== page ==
As the month of April closes, it is rather reassuring to note that Frexit may not happen after all. Frexit stands of course for France exiting the European Union, similar to what Great Britain did after a close call in a referendum last year.
French voters trooped to the polls a few days back and the tally shows Emmanuel Macron, the 39-year-old founder of a movement called (En Marche, translated as Moving Forward), an investment banker whose first try at electoral politics is the presidency no less, led the multi-candidate elections with 24 percent of the vote.
Following him is Marine Le Pen, the 48-year-old leader of the right-wing National Front, with 21.4 percent of the vote. Closely following is Francois Fillon, the candidate of the Republicans, with almost 20 percent.
Under France’s presidential cum parliamentary system, the two front-runners, Macron and Le Pen, will face each other in a run-off battle come May 7, during which period the other candidates who did not fare as well would throw their support to one of the two front-runners.
Le Pen wants an insular France, and running on populist promises in a country wracked by increasing terrorist affronts and high unemployment rates, she would eventually disengage France from the EU. Frexit, after Brexit.
Macron, who would be the youngest French president ever elected, is more of a centrist. An investment banker who resigned from the cabinet of Francois Hollande before plunging into an independent run which many pooh-poohed for a while, he wants France to remain a strong member of the EU.
Will France swing to the far right, and elect a female Trump with more rabid political instincts? Or having seen how the Donald acts and reacts on the world stage, go for the more moderate Macron who promises more stability in marching forward?
The betting is on Macron, even if Le Pen’s electoral showing has been quite remarkable, considering previous electoral defeats of her father. As of this writing, indications from Francois Fillon’s statements asking France to reject extremism indicate that Emmanuel Macron would likely be the run-off winner. Even the incumbent and lame duck Hollande publicly said he would vote for Macron.
Europe and the rest of the world should breathe more easily then.
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But why Portugal?
Because our comely vice-president, who celebrated her 52nd birthday recently, spoke before a student forum at the UP Los Baños and cited Portugal as a “triumphant” example of “best practices” in the war against drugs.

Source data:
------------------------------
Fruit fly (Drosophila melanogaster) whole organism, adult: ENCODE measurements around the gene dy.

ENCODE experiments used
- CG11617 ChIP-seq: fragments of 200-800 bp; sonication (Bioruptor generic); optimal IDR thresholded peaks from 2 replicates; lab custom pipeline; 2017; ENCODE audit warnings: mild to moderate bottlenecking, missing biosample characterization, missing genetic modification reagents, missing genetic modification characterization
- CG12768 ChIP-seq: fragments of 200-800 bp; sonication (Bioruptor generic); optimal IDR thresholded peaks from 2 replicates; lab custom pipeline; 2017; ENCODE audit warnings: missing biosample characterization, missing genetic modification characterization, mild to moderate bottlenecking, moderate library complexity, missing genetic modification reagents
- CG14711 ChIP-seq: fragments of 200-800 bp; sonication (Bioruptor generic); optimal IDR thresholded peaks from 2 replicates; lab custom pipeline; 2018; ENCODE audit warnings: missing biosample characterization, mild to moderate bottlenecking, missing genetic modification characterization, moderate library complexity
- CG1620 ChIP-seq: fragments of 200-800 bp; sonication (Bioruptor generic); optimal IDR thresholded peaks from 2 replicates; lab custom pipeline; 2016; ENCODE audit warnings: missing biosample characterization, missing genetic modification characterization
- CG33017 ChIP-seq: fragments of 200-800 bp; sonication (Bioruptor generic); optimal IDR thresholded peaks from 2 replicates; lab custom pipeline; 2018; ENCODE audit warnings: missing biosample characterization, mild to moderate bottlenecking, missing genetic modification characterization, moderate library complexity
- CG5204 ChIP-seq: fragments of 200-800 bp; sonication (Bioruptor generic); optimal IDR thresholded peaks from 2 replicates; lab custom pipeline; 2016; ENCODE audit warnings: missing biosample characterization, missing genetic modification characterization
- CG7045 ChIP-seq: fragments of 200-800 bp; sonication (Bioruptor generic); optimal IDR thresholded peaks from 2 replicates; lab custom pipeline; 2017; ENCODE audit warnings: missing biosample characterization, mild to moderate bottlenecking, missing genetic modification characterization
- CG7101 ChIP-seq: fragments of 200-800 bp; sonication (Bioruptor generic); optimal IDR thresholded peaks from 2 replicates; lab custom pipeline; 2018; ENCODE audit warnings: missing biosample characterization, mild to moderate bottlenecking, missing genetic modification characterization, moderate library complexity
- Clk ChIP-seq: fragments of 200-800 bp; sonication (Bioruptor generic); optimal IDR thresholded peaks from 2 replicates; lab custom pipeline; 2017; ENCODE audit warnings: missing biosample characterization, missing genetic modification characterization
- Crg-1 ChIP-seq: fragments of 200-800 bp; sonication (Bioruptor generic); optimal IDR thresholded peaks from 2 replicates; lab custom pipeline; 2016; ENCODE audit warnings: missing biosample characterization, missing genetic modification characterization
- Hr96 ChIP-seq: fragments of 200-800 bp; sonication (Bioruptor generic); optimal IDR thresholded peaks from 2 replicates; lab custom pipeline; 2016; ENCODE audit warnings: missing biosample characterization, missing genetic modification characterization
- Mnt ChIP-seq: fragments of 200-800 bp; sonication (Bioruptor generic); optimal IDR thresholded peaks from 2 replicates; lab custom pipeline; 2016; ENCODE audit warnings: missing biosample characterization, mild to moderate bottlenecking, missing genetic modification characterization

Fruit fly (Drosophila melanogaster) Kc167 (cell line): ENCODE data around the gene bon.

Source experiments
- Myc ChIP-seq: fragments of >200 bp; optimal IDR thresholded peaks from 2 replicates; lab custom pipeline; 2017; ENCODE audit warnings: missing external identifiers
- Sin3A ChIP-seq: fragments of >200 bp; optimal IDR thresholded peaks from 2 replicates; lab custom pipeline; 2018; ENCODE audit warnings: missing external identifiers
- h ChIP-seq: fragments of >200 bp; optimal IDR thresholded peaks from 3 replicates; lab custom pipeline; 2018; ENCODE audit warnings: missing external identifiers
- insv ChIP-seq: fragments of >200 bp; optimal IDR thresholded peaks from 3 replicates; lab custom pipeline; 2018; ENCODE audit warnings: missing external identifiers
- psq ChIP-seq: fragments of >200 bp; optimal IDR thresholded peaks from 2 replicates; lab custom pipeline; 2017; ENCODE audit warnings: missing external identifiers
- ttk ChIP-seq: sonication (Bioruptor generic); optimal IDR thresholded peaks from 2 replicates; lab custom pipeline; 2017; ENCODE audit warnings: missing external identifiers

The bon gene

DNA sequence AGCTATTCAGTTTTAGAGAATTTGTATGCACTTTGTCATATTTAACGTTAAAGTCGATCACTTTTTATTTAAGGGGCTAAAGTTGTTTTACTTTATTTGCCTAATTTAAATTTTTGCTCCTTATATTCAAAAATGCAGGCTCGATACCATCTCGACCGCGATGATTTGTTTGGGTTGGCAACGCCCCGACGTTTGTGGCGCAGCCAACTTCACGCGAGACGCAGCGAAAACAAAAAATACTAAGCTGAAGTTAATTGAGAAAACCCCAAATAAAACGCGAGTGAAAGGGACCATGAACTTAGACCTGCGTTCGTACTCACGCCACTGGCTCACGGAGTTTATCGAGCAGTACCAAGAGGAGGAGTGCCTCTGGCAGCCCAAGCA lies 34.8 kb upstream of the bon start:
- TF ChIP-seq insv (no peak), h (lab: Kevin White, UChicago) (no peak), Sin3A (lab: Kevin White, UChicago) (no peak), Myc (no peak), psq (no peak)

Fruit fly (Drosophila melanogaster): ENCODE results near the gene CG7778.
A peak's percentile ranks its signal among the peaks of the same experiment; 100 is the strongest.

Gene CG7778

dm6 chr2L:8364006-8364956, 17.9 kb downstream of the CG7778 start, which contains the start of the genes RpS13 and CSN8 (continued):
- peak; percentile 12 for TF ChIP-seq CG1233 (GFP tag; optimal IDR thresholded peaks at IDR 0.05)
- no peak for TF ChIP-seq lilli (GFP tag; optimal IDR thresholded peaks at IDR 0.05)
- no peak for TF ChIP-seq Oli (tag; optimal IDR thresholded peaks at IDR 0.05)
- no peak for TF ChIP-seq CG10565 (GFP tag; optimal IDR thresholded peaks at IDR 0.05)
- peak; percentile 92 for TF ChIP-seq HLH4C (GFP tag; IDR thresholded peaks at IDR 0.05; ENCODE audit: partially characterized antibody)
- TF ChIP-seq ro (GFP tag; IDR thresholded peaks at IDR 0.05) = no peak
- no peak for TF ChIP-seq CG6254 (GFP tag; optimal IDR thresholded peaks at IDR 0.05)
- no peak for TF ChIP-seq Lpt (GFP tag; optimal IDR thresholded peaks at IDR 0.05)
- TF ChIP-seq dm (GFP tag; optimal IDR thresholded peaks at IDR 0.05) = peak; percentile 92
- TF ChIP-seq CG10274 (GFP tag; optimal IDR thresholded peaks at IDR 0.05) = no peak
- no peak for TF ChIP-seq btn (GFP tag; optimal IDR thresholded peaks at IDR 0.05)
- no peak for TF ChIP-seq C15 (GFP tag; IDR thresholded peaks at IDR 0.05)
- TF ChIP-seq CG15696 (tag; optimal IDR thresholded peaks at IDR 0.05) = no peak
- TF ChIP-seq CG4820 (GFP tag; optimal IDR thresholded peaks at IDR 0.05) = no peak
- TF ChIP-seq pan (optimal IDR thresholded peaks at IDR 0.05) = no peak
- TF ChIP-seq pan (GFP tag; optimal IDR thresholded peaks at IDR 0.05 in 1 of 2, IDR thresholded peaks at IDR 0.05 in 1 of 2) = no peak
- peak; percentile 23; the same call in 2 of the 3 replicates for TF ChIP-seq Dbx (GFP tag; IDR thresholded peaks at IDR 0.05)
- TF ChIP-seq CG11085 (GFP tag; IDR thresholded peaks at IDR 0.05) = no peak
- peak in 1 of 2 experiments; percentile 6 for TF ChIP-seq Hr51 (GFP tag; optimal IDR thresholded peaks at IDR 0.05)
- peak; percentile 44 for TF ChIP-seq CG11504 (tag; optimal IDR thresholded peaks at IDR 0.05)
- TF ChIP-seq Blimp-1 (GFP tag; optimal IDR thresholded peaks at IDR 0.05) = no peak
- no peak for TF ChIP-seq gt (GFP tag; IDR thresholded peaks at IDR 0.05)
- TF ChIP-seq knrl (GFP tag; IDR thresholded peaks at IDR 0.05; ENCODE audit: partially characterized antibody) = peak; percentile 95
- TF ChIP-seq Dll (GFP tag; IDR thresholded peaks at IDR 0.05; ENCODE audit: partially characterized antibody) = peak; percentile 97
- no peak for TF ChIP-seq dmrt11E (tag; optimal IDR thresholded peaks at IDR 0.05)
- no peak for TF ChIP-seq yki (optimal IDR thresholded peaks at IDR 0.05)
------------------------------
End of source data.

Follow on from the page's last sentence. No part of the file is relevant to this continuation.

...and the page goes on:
Decrying as she always does the iron-fisted approach of the President against drug pushers, dealers and the entire evil riff-raff of the nefarious trade, our vice president offered the example of Portugal as a good alternative.
Her staff should have done beyond basic research, and our vice president should have gone into deeper analysis.
On July 1, 2001, the government of Portugal decriminalized drug-use provided the same is done for “recreational use.” Only administrative penalties are now imposed, and rehabilitation efforts strengthened.
Portugal, an old country on the west and southwest of the Iberian Peninsula with an area about one-third of the Philippines, has a population of only 10.4 million people.
The Philippines, as well we know, has 104 million people, or ten times more numerous.
Moreover, the per capita income of the Portuguese is $18,700 per annum (as of 2015), while ours is less than a sixth of this, at $ 2,861 in 2015.
It is not the chemical metampethamine or “shabu” that kills the brain which the few Portuguese drug addicts or users enjoy for “recreational use.” Well-off addicts go for cocaine, and this is what Colombia and their Mexican cohorts “export” clandestinely to Europe. Even heroin from the poppy fields of Asia.
Vice President Leni touts again the recurring drug cartel occurrence in Mexico and Colombia as “failures” because violence does not solve the menace.
That is precisely what President Digong wants the Philippines not to degenerate into: a narco-state where the drug lords and their syndicates are almost as powerful than the national government itself, and in some cases, already rule certain provinces and cities with greater power than the State itself.
Our vice president should look at closer examples, like Singapore, Malaysia and Taiwan, where strong-arm tactics and determined government action and enforcement nipped the drug trade in the bud, instead of looking at the Atlantic seaboard.
Previous governments, and her political allies more so, slept during the long night when drugs proliferated to the point of near-saturation in these benighted islands, or co-habited even with the drug menace. Duterte inherited a mess, and no less than draconian measures are needed to stem the tide.
Would that we can invest in enough jails and rehabilitation centers with which to house the few millions who use illegal and dangerous substances, or the pushers who supply them. We do not have the kind of money countries like Portugal or the Netherlands have. And in this country, the victims of the drug menace are people who would rob, rape and kill in their drug-induced madness just to satisfy their cravings for the poison.
Oh well, after visiting South Africa together with her Liberal companions in early April for some kind of an ideological conference of sorts, would the vice president want to sashay into the balmy shores of the Algarve, and hum the lovely tune of Avril au Portugal, comme Yvette Giraud or Eartha Kitt? But that was in the fifties, and our vice president wasn’t even born then.